Controversial fees may stick around with Union delegation’s support
Union County’s legislative delegation has filed bills in the N.C. House and Senate to remove the deadline for the county to eliminate all fire services fees.
N.C. Rep. Craig Horn, with Justin Burr as co-sponsor, filed House Bill 97, which would repeal the July 1, 2012, deadline currently attached to all fire departments fees. Earlier this month, N.C. Sen. Tommy Tucker filed Senate Bill 19, which would have the same effect.
Looking for a way of plugging a funding gap last year, county commissioners asked the state for the ability to increase fire fees that departments are allowed to charge. To get support for a local bill, however, all of a county’s delegation has to support it.
Then Rep. Curtis Blackwood refused unless county commissioners agreed to a clause setting the deadline to end the fees. Blackwood has long opposed the fees and wanted the county to move toward a fire tax system.
In January, county commissioners passed a resolution asking the state to remove the fee deadline, to give them more than a year to find solutions for supporting local fire departments.
“We wanted as much time as we could to look at this,” county commissioner Jonathan Thomas, recently appointed as board liaison to the county’s Fire Commission, said. “This isn’t an easy problem, and the solution won’t be quick.”
The problem is complex because one method likely won’t work for the entire county, Thomas said. The eastern part of the county is more rural and has fewer homes. But the population is much denser in the western part, requiring more firefighters and more money to pay for stations and equipment.
“This may be the one issue where there is a difference between the eastern and western part of the county,” Thomas said. “The demands are much different.”
The question remains, however, if keeping fire fees on the table will help eliminate funding shortages at local fire departments, Each year, the county has to bail out departments that don’t receive enough money through the fee system. Bailouts cost the county fund $700,000 in the 2009-10 fiscal year.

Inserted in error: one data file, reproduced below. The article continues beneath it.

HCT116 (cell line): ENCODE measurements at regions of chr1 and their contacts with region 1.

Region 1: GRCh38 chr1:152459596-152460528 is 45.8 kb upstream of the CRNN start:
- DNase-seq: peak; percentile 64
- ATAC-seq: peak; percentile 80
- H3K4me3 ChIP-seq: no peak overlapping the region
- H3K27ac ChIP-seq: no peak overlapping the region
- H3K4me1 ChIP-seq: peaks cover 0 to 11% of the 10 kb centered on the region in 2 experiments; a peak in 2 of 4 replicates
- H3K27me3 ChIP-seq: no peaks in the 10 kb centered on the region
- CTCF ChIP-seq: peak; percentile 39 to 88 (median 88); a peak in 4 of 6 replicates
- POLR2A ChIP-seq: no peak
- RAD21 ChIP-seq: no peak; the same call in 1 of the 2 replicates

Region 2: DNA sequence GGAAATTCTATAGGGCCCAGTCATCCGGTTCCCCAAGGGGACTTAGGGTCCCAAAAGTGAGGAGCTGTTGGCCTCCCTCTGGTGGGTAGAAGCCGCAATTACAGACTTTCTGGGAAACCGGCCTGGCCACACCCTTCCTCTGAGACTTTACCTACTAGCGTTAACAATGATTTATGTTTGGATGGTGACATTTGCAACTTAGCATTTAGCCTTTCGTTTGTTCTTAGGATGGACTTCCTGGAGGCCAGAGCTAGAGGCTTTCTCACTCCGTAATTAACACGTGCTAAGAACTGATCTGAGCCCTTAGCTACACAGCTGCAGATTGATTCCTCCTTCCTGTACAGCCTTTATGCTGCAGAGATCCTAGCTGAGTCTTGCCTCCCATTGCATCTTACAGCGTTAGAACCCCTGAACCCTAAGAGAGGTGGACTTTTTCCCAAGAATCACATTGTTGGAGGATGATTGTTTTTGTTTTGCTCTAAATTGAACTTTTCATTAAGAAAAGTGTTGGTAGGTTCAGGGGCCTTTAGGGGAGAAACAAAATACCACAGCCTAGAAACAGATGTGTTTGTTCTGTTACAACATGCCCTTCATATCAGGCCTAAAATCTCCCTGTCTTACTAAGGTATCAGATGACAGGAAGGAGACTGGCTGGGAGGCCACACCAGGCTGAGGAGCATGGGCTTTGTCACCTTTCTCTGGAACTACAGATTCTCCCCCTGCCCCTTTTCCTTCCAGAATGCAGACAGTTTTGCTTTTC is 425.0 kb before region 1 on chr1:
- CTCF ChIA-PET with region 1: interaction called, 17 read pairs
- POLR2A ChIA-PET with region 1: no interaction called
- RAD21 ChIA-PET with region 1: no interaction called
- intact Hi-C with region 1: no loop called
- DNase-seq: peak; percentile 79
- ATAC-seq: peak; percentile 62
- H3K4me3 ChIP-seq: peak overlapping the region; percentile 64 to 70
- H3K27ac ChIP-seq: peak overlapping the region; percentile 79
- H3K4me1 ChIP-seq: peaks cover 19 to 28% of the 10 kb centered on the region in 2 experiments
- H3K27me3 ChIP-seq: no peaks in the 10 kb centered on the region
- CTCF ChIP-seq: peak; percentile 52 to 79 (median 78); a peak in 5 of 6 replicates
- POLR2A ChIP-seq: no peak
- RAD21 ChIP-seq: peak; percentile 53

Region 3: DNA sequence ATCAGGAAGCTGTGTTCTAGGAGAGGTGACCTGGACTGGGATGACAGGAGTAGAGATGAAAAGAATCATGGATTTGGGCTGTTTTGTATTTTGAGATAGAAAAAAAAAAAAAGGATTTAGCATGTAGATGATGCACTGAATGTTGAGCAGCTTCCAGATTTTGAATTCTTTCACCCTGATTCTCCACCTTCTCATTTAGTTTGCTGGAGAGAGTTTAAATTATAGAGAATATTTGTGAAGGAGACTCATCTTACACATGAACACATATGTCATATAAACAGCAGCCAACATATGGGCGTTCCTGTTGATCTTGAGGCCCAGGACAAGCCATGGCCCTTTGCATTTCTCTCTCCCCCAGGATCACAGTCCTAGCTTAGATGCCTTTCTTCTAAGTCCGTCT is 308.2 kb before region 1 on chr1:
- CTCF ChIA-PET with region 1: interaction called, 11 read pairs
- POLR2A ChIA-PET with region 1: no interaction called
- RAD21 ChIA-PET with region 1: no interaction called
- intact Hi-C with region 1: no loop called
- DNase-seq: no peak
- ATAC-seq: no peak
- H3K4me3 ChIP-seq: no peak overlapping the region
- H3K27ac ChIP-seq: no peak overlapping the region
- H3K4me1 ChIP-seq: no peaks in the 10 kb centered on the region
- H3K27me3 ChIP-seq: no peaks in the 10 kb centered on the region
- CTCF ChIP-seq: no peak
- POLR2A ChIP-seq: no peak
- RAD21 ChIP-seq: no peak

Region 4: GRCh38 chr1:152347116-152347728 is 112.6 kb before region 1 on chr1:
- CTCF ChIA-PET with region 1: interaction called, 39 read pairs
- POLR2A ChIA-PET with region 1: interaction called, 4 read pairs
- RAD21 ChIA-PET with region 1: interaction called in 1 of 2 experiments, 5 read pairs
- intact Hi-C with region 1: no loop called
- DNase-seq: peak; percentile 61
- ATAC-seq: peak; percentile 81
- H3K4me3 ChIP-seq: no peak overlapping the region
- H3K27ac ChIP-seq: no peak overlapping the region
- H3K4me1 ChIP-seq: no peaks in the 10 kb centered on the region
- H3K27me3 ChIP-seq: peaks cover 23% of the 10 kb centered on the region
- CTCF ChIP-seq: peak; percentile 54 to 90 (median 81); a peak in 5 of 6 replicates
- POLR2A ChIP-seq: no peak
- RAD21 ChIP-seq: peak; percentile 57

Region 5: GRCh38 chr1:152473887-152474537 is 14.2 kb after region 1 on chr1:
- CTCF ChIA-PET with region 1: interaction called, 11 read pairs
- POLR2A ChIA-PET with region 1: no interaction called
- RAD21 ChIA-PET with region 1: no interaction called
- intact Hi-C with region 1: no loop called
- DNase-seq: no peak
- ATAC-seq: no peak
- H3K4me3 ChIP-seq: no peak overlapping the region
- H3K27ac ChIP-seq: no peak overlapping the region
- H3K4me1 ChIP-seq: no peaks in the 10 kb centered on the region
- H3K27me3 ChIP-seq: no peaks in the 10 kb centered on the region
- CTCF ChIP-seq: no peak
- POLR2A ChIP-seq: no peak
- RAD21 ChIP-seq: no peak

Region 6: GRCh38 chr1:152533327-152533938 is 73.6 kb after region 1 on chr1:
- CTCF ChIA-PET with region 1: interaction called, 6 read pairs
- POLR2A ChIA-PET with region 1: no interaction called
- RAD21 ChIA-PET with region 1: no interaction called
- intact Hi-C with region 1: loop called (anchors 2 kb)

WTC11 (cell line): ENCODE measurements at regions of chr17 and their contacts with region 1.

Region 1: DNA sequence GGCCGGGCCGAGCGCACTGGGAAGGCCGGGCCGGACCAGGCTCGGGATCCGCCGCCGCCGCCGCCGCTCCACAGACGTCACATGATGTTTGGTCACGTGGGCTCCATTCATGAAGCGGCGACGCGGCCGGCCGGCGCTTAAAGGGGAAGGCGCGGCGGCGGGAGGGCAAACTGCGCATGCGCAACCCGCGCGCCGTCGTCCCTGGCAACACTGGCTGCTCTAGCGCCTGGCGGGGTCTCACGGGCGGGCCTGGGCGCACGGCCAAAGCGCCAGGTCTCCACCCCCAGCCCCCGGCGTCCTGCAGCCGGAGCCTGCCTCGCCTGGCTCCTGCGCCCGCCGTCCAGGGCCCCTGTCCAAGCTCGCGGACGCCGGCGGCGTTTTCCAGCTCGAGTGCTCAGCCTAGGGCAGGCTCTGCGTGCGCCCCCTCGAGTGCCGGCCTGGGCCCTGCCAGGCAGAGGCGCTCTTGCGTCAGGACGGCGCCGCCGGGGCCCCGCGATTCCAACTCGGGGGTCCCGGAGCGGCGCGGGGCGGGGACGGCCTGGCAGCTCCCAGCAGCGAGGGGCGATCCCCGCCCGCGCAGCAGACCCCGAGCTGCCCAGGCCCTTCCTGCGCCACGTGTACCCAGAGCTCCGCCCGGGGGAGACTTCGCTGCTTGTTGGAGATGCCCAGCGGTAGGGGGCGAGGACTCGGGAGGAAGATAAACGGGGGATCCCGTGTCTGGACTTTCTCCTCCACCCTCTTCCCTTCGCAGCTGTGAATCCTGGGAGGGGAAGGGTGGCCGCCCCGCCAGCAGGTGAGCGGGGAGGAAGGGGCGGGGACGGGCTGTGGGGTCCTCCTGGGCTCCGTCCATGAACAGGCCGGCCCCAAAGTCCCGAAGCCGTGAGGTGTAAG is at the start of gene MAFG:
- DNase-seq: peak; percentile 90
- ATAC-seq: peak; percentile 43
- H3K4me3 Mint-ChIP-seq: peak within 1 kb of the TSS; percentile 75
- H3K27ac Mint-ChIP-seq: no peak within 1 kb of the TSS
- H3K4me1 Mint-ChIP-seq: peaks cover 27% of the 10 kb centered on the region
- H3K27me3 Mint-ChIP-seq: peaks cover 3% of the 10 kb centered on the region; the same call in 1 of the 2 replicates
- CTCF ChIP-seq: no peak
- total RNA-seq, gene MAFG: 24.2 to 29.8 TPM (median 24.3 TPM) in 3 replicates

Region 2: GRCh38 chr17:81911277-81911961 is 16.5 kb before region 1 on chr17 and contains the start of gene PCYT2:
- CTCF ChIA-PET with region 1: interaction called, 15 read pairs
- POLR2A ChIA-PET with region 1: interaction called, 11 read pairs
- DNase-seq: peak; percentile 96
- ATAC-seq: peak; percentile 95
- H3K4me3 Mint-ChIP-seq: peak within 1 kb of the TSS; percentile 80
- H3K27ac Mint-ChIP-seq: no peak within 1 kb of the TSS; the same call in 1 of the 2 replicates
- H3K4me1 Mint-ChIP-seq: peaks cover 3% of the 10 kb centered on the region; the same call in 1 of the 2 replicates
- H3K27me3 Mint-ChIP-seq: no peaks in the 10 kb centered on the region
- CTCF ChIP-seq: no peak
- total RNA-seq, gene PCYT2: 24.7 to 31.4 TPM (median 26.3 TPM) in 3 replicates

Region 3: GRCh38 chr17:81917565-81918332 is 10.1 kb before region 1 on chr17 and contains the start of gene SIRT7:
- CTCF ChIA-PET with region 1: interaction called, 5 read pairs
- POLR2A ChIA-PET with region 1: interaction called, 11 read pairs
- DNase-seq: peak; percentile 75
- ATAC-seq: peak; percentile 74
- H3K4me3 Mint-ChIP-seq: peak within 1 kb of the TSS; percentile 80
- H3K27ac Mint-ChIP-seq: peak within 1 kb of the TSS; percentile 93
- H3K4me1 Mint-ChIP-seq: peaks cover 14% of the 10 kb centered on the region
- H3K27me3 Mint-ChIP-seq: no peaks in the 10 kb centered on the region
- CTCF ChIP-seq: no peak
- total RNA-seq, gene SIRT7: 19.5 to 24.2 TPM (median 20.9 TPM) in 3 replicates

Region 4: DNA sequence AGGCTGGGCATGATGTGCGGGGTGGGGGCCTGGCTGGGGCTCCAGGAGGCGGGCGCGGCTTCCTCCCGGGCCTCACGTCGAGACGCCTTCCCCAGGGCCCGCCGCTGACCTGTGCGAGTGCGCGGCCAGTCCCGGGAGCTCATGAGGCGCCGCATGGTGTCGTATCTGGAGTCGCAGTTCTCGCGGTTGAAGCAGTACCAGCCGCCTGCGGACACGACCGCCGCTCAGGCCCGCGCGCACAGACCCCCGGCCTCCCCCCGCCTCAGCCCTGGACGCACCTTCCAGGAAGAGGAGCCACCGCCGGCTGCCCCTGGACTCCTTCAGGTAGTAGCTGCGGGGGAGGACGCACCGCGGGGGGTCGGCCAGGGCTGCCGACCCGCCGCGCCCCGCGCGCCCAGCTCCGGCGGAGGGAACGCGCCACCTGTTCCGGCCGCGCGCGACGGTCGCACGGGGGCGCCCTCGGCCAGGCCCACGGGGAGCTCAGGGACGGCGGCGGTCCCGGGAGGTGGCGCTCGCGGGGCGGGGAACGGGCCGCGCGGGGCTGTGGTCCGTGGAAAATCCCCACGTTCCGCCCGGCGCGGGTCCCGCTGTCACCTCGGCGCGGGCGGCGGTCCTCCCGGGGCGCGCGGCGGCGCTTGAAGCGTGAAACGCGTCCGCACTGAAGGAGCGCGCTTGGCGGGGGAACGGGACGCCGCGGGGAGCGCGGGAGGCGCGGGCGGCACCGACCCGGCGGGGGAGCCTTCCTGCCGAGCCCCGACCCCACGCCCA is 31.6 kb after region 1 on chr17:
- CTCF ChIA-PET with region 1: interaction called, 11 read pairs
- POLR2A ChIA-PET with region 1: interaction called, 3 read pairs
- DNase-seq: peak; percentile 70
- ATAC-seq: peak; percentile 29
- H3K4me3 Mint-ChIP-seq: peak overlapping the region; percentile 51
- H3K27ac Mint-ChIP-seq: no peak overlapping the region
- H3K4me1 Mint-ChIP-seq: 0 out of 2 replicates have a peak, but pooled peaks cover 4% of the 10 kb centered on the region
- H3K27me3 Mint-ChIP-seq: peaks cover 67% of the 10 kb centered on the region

Funding shortages have long been an issue for Union County fire departments. All five departments using a fire tax – Hemby Bridge, Mineral Springs, Stallings, Waxhaw and Wesley Chapel – expect to break even this year, but not by much. Each department sets its own tax rate per $100 of assessed value and charges households accordingly.
The other 13 departments charge a $100 annual fire fee per household and frequently have to ask the county to plug any shortfalls.
Even former opponents of the fire fee system, such as Horn, said that removing the clause was the best move right now, giving commissioners more time to work on a solution.
“Events have again overtaken a timely response by the Board of County Commissioners,” Horn said, citing issues such as the hospital negotiations and the new budget year, where Union County already faces a projected $13.9 million shortfall.
In January, Horn said he opposed the fire fees because a widow in a single-wide trailer pays the same fee as a family living in a mansion. Based on promises from the commissioners that they would find a solution, Horn said, he’s willing to repeal the deadline.
“Based on assurances publicly made by Chairman (Jerry) Simpson and new Fire Commissioner Thomas, I will work with all the elected members of our state delegation to give the commissioners sufficient time to deal directly with this issue,” Horn, a former member of the Fire Commission, said. “We cannot continue to kick the can down the road for yet another set of commissioners to address.”
Horn’s bill also has the support of Union’s third N.C. House member, Pryor Gibson.
“I do support the intent” of the commissioners’ resolution, Gibson said. “(I) don’t know what the final words will be (on the bill), but I support most everything the volunteer fire departments ask for. They save millions in business (and) homeowner insurance.”
Tucker’s bill in the Senate already passed its first reading and was referred to the Senate Committee on Finance. As of Feb. 17, Horn’s bill had not yet been brought to the House floor for a vote.
County commissioners meanwhile plan to reconstitute the Fire Commission, Thomas said, hoping to get their input on everything from the fire study to what to do about the fees. Thomas also plans to give copies of the county’s fire study to each department chief, six months after the first results were released. Multiple departments said they never got an official copy from the county, even though it called for some stations, such as Wesley Chapel and Providence, to merge.
County commissioners are expected to discuss the new Fire Commission at their meeting Monday, Feb. 21.